Up three games to one, Dwight Howard and the Orlando Magic can hoist the Eastern Conference hardware tonight with a win over the Cavaliers.  For coach Mike Brown's squad, the hope is being at home in Cleveland's Quicken Loans Arena will provide the advantage needed to get past a Magic squad that has won 10 of the last 14 meetings, but will it be enough to cash the chalky 7½-point tickets for Cavs backers?

The Cleveland Cavaliers were one second away from being swept out of the playoffs.

There are 48 minutes in a regulation basketball game, and the first play is just as important as the last. But all other things being equal, if it weren’t for LeBron James hitting that improbable 3-point shot Friday night, the Cavs would be on the golf course and the Orlando Magic would be in the 2009 NBA Finals. Orlando is instead up 3-1 in this series at 4-0 ATS and showing no signs of slowing down.

There isn’t much room left on the Magic bus. They’re getting three-fourths of the action against the spread as 7½-point road dogs in Thursday’s Game 5, and virtually all the support at  +320 on the moneyline. This has been the correct call for handicappers thus far; although the Magic are perfect against the spread (and 9-0 ATS against Cleveland dating back to last March), the +400 payday they earned in the opener has set the tone for this series.

The Cavs aren’t quite dead yet. They made some roster adjustments in Game 4 by giving Daniel Gibson and Wally Szczerbiak 21 minutes apiece. Szczerbiak didn’t work out; he sprained his left knee in March and has yet to regain the mobility he needs to defend the Magic on the wing. Gibson, on the other hand, was in tune with a pair of 3-pointers and a plus-6 on the night.

More adjustments need to be made. The Magic shot 17-of-38 (44.7 percent) from long range Tuesday night, and Dwight Howard burned the Cavs inside for 27 points on 10-of-16 shooting. The combination of Ben Wallace and Joe Smith went minus-21 in 20 minutes of tugging on Superman’s cape. Unless coach Mike Brown has the gumption to try rookie Darnell Jackson (7.2 PER) at power forward, he’s out of options in the paint.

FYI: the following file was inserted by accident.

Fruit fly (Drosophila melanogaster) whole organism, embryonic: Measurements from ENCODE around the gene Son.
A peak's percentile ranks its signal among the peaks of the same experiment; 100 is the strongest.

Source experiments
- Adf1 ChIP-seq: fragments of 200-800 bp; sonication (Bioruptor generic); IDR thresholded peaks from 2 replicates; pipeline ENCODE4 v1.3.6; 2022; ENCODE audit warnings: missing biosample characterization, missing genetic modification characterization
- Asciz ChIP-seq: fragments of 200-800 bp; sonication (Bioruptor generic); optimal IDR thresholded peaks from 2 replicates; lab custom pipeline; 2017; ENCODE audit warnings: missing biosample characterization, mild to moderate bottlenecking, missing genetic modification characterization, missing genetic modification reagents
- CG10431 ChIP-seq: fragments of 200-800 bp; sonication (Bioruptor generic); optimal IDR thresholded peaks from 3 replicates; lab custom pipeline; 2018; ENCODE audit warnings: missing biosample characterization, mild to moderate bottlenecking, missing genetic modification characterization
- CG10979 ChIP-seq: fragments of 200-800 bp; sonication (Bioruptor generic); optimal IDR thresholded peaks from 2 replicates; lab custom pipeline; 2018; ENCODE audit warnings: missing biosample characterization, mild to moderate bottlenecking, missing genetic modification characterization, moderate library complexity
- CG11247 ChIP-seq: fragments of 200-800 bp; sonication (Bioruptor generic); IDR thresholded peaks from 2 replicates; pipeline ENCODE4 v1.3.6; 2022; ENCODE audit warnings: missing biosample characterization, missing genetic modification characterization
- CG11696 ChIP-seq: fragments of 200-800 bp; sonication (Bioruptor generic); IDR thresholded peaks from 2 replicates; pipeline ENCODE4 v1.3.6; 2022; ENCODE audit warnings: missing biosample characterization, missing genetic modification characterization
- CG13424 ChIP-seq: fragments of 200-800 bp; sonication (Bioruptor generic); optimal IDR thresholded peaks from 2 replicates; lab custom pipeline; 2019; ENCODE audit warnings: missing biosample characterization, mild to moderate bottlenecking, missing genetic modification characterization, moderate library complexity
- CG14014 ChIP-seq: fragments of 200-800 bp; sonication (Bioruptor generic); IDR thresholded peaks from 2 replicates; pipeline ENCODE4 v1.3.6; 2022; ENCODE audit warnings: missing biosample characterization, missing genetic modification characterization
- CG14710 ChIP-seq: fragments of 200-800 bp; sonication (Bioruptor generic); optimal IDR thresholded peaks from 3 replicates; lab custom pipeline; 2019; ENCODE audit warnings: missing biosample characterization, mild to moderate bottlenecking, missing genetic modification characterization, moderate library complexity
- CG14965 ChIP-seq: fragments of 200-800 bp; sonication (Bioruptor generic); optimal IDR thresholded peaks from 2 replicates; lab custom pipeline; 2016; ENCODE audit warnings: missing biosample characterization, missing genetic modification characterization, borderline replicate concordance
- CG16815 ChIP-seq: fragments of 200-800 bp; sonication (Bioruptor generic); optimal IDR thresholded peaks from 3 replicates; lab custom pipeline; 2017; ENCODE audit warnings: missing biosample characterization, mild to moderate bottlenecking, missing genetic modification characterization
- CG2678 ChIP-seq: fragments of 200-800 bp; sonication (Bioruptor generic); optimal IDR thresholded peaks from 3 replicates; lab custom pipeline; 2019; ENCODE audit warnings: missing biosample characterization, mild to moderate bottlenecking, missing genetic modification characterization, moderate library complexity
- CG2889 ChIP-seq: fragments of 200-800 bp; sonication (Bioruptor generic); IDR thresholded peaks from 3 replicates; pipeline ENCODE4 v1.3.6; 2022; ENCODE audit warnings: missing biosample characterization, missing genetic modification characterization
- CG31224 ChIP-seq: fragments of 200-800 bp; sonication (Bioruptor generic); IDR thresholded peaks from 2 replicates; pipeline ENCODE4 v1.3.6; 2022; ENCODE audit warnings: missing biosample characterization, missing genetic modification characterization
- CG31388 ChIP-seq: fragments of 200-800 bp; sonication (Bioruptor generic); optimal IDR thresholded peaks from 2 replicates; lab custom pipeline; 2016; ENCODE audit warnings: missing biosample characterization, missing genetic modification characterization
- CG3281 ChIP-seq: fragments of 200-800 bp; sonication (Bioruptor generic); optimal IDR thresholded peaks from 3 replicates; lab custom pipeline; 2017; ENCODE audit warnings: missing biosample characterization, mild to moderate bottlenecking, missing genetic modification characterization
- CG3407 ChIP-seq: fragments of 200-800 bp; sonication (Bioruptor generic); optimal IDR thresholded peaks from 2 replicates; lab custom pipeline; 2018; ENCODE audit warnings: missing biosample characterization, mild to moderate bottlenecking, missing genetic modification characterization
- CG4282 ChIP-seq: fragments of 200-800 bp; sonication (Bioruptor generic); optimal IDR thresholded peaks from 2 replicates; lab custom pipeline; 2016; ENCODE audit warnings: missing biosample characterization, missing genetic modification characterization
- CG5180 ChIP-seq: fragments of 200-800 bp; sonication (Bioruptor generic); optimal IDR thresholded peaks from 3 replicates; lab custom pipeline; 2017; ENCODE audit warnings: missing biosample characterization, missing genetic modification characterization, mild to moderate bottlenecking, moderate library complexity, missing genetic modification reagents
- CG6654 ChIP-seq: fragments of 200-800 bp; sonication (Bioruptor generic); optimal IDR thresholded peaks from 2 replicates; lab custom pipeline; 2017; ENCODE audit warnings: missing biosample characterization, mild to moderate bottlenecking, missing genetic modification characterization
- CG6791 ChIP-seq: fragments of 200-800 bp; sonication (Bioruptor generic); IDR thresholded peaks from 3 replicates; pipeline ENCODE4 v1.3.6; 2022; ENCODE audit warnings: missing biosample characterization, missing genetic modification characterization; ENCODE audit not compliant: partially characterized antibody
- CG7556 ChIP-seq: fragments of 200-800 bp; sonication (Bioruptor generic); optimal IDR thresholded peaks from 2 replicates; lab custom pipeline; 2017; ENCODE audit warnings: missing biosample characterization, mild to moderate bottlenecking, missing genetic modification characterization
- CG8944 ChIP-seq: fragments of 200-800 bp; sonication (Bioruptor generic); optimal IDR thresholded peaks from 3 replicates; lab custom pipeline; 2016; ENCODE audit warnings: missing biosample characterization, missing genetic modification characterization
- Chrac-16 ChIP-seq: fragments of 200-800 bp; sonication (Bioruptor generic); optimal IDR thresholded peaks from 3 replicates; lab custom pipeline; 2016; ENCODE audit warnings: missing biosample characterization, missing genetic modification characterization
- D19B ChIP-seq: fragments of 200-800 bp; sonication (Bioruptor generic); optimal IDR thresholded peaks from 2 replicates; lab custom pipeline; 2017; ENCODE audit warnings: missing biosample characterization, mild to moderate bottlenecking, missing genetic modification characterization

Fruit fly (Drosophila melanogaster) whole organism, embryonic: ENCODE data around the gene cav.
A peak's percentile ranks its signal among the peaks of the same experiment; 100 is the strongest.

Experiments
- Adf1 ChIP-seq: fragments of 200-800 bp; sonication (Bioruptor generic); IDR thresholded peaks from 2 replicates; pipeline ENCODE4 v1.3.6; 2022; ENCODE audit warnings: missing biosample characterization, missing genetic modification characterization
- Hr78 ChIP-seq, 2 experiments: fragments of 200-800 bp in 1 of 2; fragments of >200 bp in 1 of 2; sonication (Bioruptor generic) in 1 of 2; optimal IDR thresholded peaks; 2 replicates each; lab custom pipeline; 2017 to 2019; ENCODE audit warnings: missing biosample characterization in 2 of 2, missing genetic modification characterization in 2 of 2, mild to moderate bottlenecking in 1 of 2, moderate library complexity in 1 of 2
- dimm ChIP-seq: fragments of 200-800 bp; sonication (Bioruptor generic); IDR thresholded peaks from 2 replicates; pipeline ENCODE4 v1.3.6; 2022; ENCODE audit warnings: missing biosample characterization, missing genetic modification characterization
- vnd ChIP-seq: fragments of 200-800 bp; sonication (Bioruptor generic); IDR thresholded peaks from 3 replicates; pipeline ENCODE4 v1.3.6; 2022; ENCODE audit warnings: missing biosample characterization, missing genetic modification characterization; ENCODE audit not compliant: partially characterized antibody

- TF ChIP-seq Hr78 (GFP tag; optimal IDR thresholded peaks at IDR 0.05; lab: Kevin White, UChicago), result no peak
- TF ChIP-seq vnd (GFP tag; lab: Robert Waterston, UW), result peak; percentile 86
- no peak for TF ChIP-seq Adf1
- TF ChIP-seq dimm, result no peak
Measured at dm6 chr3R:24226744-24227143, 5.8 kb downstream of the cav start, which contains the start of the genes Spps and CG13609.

There’s a chance we’ll see more of Sasha Pavlovic’s defense in Game 5, although he’s an offensive black hole when his 3-pointers aren’t falling. But the same can be said for just about everyone on the Cleveland perimeter not named LeBron James. The Cavs are 24-of-92 (26.1 percent) from downtown in this series. Mo Williams, who was so instrumental in Cleveland earning the No. 1 overall seed at 66-16 (50-32 ATS), is 3-for-20 (22.2 percent) from long range. Williams was the only “minus” starter for Cleveland on Tuesday at minus-5.

None of these theoretical lineup changes does much to give Cleveland any betting value for Game 5. The marketplace shift to Orlando’s side helps the Cavs if you take the contrarian approach of fading the public, but that’s about it. Unless Hedo Turkoglu woke up this morning and discovered he was 6-foot-3, the Cavs don’t have the length to deal with him at shooting guard aside from Pavlovic and King James himself. It’s on Williams to start hitting some shots.

The over is 3-1 in this series after cashing in Tuesday on the total of 187½ points – a payday that was secured before the two teams went into overtime. There were strong under trends for both teams going into this series (like 22-8 in Orlando’s previous 30 games), but the Magic offense has been too strong, even with Cleveland’s shooting woes factored in. The total for Game 5 is nonetheless the highest it’s been in this series at 190 points. Market surveys at press time had the over getting nearly 90 percent of the action.

One important note on the Howard front: He picked up his sixth technical foul of the playoffs during Game 4, but had it rescinded (correctly) by the NBA on Wednesday. Seven technical fouls earns you an instant one-game suspension. This decision will allow the big man to play a little more freely in Game 5 – bad news if you’re a Cleveland fan.